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a personal internet uptime logger
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readme.md

Pinguno - a personal internet uptime logger

Pinguno is an app that continually "pings" a set of IP addresses and logs all the data in both human-readable and structured (JSON) formats. If you have troubles with the quality of your internet connection, you can use Pinguno's timestamped data to get better tech support (and hopefully a little more transparency) from your ISP, because you can identify all the exact times when your internet dropped. Pinguno is cross-platform, portable, and has a command-line interface.

System requirements:

  • Windows 10 and up, 64-bit only
  • macOS Sierra 10.12.6 and up, 64-bit only
  • [Developers only] Node v10.11.0 and up
  • [Unix-based systems only] ping binary accessible on the $PATH (a less accurate fallback is provided)

By default, it'll output JSON and human-readable text log files to a logs directory created next to the executable, and will store its last-used configuration in a config directory created next to the executable. Apart from that, no other files/directories will be modified by the app.

Usage

NB: Don't forget to change your OS settings so your computer doesn't fall asleep, or Pinguno will be unable to log continuously (Pinguno can't override that behaviour).

Using the binaries:

Mac:
  • Download pinguno-macos
  • Open pinguno-macos with Terminal or another command-line app.
Windows:
  • Download pinguno.exe
  • Run pinguno-win.exe. It will open a cmd window.

Using Node + the source code:

Install Node.js v10.11.0 or above if you don't have it.

[Windows only] This project depends on node-gyp, so you may need to install node-gyp's dependencies with npm install --global windows-build-tools

Clone this repo locally: git clone git@github.com:twome/pinguno.git

Run node start from the package directory.

To compress all the current logs into a gzipped archive, run npm run compressall.

Pinguno's settings are handled through environment variables rather than command-line flags (for now, at least). Pinguno will check for a .env file in the project root. These are the currently supported settings:

  • NODE_VERBOSE: 0-9 (verbosity of console output)
  • NODE_ENV: 'production' or 'development'

If you encounter an error related to "ICU", you may need to have some environment variables (listed in init-env-vars.sh) present in the shell, so that Node knows where to look for "ICU data" (locale data, inbuilt in browsers). Run . init-env-vars.sh for each shell session, or you can use the npm run ... shortcuts in package.json which include the env vars.


Pinguno will begin pinging & logging, and will run indefinitely until you press Control+C to exit.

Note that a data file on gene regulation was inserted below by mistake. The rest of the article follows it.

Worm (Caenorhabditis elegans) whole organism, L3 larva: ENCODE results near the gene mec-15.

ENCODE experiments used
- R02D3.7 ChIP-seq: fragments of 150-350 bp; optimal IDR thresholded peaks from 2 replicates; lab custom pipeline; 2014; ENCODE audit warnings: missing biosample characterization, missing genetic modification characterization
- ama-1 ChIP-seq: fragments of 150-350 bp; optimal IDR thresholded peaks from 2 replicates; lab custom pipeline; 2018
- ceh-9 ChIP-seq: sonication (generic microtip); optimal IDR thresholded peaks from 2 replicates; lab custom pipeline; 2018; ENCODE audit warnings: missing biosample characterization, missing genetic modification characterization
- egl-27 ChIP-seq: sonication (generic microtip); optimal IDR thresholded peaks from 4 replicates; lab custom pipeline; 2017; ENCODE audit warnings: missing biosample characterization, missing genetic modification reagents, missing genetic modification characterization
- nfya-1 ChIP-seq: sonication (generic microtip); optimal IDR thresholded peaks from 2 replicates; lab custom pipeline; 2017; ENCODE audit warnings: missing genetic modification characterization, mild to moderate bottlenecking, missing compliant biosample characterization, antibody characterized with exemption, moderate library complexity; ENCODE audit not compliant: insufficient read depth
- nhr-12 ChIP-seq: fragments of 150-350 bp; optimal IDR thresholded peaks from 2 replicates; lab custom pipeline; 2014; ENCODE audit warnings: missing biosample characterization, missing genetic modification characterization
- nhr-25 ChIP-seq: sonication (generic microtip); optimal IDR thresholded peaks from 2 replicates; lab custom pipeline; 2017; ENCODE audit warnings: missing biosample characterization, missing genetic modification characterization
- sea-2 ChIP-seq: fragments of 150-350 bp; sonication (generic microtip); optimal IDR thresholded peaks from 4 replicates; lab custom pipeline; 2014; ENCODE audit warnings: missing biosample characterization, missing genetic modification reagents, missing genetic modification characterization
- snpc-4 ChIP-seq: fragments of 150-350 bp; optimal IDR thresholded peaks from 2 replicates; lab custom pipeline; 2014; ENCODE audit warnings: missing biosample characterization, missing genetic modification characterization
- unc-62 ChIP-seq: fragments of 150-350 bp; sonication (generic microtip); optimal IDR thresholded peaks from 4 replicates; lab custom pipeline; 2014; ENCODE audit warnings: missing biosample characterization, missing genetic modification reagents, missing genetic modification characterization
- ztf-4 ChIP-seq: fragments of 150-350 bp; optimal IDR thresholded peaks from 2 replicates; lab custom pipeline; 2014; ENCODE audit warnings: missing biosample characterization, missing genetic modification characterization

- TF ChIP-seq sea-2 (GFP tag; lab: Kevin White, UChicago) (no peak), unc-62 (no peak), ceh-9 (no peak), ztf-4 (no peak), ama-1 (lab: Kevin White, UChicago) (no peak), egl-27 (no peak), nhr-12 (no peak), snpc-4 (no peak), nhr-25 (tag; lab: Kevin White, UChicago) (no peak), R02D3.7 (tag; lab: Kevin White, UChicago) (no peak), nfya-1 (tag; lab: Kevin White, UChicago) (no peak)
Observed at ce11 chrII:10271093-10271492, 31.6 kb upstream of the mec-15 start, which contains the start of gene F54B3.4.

Uninstallation

  • Binaries: Delete the binary and the 'config' and 'logs' folders in the same directory as it.
  • Node + source code: Delete the package folder

That's it!

Using Pinguno programmatically

Note - this is pending publishing to npm. npm install twome/pinguno or yarn add twome/pinguno "Pinguno" is the main operative class, and logging session state is stored as properties of Pinguno instances.

const Pinguno = require('pinguno')
let instance = new Pinguno()

Pinguno.prototype.startPinging(Array targets [, PingEngineEnum engine])

This will start one of the pinging "engines" (such as a wrapper around the inbuilt OS ping command, or the node-net-ping package). "Targets" must be specified as objects with the properties humanName and IPV4, both strings.

Current engines available are NodeNetPing and InbuiltSpawn; both are properties of Pinguno.pingEngineEnum. Pinguno will default to InbuiltSpawn on macOS/UNIX-like machines, and NodeNetPing on Windows.

instance.startPinging([
	{
		humanName: 'Google',
		IPV4: '8.8.8.8'
	},{
		humanName: 'CenturyLink', 
		IPV4: '4.2.2.2'
	}
])

Pinguno.prototype.updateSessionStats()

Returns an object describing average connection statistics per target IP, such as uptime, mean latency (round-trip-time) etc.

Pinguno.prototype.pingTargets

Contains all the raw structured data for the pings we've made during this Pinguno session, organised per target IP. See ping-formats.js for the data structures we use.

Building/compiling executables

We use the pkg package & binary to build executables.

  • Run npm run buildcli or yarn run buildcli to run the multiplatform build script with the development-dependency pkg defined in package.json.
  • Alternatively, install pkg globally with npm install -g pkg or yarn global add pkg and run it with your own settings.

Further documentations:

See the docs folder in this repo for Markdown-formatted documentation.